One of the things which really, really fascinates me as a data practitioner is the idea of displaying quantitative information in functional and also beautiful visuals capable of capturing the eye and at the same time producing a wow moment in the spectator. The area, known under the umbrella term data visualisation, is a common territory of both “numerical” and “design” people and that’s what makes it so interesting. Displaying data with visuals means telling a story, which requires both an understanding of what information to convey and what calculations to perform to quantify it, but also of how to show it in a way that is engaging and illuminating. It’s not a straightforward task.
Being a Python practitioner, I regularly use its plotting stack, mainly matplotlib and seaborn for everyday plots aimed at displaying information without a particular attention to its design (altough I have to point out that with these libraries it’s possible to intervene on the customisation to create very nice things anyway, it just takes some coding effort). Anyway, these are good for creating “scientific” charts, meant at conveying quantitative information, not at telling stories. Bokeh is a different library which takes more of the visual approach instead and produces D3-like plots through Python code. However, it’s not native and I just figured it would be good to have a go at doing things in D3 from scratch.
And from scratch it really is. To create even a simple chart in D3, you have to take manual care of placing all the elements yourself, no more simple API to create the whole thing in a few lines. You are in control of every bit: if for instance you want to create a bar plot (which would take you a couple lines in maplotlib), you’d have to create the rectangles yourself. It’s a bit of a pain, but I’d argue it’s worth giving it a go because the rewards pay off quite handsomely.
D3 in Jekyll
This blog is built on Jekyll. I’ve been utilising this link to learn how to make use of D3 inside a Jekyll post. It shows you the steps to embed the code inside a Markdown file, but it’s really simple as in practice you have to:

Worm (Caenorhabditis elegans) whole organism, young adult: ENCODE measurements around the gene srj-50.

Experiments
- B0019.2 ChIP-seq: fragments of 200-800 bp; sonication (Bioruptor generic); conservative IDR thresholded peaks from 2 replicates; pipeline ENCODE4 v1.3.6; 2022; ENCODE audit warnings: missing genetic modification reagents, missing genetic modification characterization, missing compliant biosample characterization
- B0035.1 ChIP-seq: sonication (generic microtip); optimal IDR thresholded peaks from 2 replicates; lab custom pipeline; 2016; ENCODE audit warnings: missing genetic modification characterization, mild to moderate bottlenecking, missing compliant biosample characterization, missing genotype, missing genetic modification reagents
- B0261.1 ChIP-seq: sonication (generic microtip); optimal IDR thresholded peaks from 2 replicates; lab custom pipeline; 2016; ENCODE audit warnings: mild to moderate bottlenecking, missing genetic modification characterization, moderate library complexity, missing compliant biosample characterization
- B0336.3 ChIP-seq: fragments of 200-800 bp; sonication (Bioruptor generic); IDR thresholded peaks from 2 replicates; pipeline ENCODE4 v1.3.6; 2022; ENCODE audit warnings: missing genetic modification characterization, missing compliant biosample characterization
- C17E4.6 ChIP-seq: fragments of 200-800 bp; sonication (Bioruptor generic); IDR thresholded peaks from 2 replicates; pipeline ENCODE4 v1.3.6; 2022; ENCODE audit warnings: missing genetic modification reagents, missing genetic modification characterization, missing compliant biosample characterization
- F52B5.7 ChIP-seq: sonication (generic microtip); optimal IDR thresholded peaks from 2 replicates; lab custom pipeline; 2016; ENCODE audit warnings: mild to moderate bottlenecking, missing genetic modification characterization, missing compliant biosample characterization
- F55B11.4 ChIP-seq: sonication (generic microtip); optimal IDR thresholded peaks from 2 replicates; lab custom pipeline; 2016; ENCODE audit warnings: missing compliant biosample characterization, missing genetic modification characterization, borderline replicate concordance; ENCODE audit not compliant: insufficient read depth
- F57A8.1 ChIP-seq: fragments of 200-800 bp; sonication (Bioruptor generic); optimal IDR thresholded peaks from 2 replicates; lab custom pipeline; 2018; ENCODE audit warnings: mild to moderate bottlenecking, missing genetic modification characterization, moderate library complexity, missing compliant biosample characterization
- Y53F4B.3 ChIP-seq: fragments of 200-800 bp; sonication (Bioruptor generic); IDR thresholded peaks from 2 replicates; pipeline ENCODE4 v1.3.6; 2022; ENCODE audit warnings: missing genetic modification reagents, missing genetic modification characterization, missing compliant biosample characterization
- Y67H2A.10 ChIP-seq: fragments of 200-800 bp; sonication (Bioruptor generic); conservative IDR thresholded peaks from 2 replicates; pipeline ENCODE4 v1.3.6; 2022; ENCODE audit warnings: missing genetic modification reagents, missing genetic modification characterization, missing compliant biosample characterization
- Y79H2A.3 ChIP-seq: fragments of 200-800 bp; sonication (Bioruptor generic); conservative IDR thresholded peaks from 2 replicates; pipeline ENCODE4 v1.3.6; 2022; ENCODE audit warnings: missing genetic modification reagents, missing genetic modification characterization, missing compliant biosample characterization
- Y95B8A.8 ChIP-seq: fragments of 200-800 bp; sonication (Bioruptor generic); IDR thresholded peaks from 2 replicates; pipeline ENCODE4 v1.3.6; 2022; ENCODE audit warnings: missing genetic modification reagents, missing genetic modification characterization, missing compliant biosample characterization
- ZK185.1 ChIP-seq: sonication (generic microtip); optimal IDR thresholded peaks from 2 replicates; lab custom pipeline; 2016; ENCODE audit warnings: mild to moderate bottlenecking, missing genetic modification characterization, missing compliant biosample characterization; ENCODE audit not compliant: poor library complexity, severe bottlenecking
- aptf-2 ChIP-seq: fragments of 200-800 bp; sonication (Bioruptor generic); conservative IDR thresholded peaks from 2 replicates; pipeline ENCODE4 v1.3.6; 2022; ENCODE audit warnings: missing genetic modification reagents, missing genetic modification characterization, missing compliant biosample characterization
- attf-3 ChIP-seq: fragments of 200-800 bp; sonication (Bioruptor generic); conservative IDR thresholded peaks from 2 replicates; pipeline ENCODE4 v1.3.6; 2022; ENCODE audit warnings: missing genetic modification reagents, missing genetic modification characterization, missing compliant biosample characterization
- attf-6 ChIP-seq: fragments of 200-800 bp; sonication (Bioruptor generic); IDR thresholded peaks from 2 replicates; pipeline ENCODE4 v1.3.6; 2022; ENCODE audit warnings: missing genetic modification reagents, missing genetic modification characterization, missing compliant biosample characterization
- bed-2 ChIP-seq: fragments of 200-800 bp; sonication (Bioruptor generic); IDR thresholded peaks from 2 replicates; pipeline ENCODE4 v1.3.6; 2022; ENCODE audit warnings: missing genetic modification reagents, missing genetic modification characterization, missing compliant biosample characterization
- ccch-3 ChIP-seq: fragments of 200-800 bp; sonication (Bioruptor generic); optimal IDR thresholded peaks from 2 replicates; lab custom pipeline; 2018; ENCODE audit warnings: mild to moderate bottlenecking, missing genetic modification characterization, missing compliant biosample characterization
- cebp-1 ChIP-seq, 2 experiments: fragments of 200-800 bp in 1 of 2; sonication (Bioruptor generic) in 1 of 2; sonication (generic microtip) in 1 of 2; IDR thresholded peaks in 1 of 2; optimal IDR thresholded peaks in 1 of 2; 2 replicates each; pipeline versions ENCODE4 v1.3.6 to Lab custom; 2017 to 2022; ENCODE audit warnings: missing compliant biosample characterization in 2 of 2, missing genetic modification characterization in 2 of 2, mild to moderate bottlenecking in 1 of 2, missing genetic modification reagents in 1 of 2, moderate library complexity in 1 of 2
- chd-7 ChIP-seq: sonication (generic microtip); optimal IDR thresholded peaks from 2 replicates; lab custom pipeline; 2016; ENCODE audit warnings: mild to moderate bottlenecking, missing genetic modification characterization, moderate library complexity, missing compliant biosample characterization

- call the D3 source
- create a
divelement in the Markdown and attach the SVG container where the visualisation resides to it
You can look at the source of this page for an example.
The learning and the tutorials
I decided to take a week worth of evenings to go through some material and start the journey to learn D3. Initially I had no proper idea of how it actually works, so good progress at the end. I now understand how to put things together and also understand that to produce a very good viz you have to have lots of practice and also a good amount of time.
I’ve followed a few resources around and built a repository where to store all material I produced along the way as a reference, you can find it here under the name d3-rally, it stores examples of how to do many little things, which is a grand resource to have when you’re not practical enough yet.
I started it all with the classic primer by Sebastian Gutierrez, which leads you through generating SVG containers and scaling them, embedding simple elements like circles and rectangles in them and properly setting the scales for your numbers. It’s a very good source for complete begineers.
After that, I found a natural continuation to the journey to be the book (it’s an O’Reilly) Interactive visualisations for the web by Scott Murray, which has a supplementary Github repo of code examples. It’s quite comprehensive and very well written.
Other two good sources are the books D3.js in action by Elijah Meeks and D3 tips and tricks by Malcolm Maclean for subsequent playing around.
With these three things I was able to crack through the week and get some stuff done. Also, the D3-related questions on stackoverflow provided an answer to all my questions.
The silly graph to start
The one example I’ll put here is a silly bubble plot with tooltips that appear when you hover over the points. It is still quite awful, especially graphically, no doubt. But served me as the playground to get to use most of the basic learnings of the above material. And I will keep going!